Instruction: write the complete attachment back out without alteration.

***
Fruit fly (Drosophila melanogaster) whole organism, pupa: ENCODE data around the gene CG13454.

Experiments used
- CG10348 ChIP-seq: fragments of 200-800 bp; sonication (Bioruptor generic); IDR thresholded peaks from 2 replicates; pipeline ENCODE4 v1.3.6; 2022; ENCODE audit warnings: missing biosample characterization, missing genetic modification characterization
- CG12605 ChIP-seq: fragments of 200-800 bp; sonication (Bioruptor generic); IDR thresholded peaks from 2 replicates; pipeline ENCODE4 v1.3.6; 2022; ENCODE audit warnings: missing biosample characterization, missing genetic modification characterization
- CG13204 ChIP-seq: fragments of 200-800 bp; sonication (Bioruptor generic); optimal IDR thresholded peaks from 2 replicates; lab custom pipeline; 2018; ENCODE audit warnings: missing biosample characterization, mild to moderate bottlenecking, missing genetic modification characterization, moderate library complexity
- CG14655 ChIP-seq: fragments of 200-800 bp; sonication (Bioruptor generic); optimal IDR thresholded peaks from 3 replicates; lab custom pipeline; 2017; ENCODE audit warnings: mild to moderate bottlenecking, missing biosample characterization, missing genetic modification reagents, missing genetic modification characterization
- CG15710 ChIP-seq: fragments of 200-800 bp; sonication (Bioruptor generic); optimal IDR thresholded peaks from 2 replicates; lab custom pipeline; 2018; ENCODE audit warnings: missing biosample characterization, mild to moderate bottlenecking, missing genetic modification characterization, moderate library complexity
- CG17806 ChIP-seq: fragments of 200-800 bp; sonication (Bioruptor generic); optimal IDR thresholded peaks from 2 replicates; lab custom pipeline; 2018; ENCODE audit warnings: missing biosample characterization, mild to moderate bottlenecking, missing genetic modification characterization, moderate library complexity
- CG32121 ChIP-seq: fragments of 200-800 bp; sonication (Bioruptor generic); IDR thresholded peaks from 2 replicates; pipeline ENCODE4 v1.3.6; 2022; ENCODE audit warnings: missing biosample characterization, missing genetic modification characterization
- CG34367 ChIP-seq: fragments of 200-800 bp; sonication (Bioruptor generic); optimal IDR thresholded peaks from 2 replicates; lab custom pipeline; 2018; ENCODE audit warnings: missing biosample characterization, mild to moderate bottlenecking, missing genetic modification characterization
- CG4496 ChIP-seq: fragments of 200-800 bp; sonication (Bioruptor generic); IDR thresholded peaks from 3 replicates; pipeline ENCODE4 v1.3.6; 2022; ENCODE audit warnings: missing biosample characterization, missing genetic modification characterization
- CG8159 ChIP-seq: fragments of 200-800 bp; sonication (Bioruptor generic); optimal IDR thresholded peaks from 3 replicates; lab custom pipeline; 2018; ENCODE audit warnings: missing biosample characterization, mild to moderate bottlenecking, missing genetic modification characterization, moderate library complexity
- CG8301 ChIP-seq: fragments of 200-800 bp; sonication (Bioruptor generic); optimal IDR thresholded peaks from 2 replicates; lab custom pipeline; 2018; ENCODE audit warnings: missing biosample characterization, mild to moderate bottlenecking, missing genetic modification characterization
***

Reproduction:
Fruit fly (Drosophila melanogaster) whole organism, pupa: ENCODE data around the gene CG13454.

Experiments used
- CG10348 ChIP-seq: fragments of 200-800 bp; sonication (Bioruptor generic); IDR thresholded peaks from 2 replicates; pipeline ENCODE4 v1.3.6; 2022; ENCODE audit warnings: missing biosample characterization, missing genetic modification characterization
- CG12605 ChIP-seq: fragments of 200-800 bp; sonication (Bioruptor generic); IDR thresholded peaks from 2 replicates; pipeline ENCODE4 v1.3.6; 2022; ENCODE audit warnings: missing biosample characterization, missing genetic modification characterization
- CG13204 ChIP-seq: fragments of 200-800 bp; sonication (Bioruptor generic); optimal IDR thresholded peaks from 2 replicates; lab custom pipeline; 2018; ENCODE audit warnings: missing biosample characterization, mild to moderate bottlenecking, missing genetic modification characterization, moderate library complexity
- CG14655 ChIP-seq: fragments of 200-800 bp; sonication (Bioruptor generic); optimal IDR thresholded peaks from 3 replicates; lab custom pipeline; 2017; ENCODE audit warnings: mild to moderate bottlenecking, missing biosample characterization, missing genetic modification reagents, missing genetic modification characterization
- CG15710 ChIP-seq: fragments of 200-800 bp; sonication (Bioruptor generic); optimal IDR thresholded peaks from 2 replicates; lab custom pipeline; 2018; ENCODE audit warnings: missing biosample characterization, mild to moderate bottlenecking, missing genetic modification characterization, moderate library complexity
- CG17806 ChIP-seq: fragments of 200-800 bp; sonication (Bioruptor generic); optimal IDR thresholded peaks from 2 replicates; lab custom pipeline; 2018; ENCODE audit warnings: missing biosample characterization, mild to moderate bottlenecking, missing genetic modification characterization, moderate library complexity
- CG32121 ChIP-seq: fragments of 200-800 bp; sonication (Bioruptor generic); IDR thresholded peaks from 2 replicates; pipeline ENCODE4 v1.3.6; 2022; ENCODE audit warnings: missing biosample characterization, missing genetic modification characterization
- CG34367 ChIP-seq: fragments of 200-800 bp; sonication (Bioruptor generic); optimal IDR thresholded peaks from 2 replicates; lab custom pipeline; 2018; ENCODE audit warnings: missing biosample characterization, mild to moderate bottlenecking, missing genetic modification characterization
- CG4496 ChIP-seq: fragments of 200-800 bp; sonication (Bioruptor generic); IDR thresholded peaks from 3 replicates; pipeline ENCODE4 v1.3.6; 2022; ENCODE audit warnings: missing biosample characterization, missing genetic modification characterization
- CG8159 ChIP-seq: fragments of 200-800 bp; sonication (Bioruptor generic); optimal IDR thresholded peaks from 3 replicates; lab custom pipeline; 2018; ENCODE audit warnings: missing biosample characterization, mild to moderate bottlenecking, missing genetic modification characterization, moderate library complexity
- CG8301 ChIP-seq: fragments of 200-800 bp; sonication (Bioruptor generic); optimal IDR thresholded peaks from 2 replicates; lab custom pipeline; 2018; ENCODE audit warnings: missing biosample characterization, mild to moderate bottlenecking, missing genetic modification characterization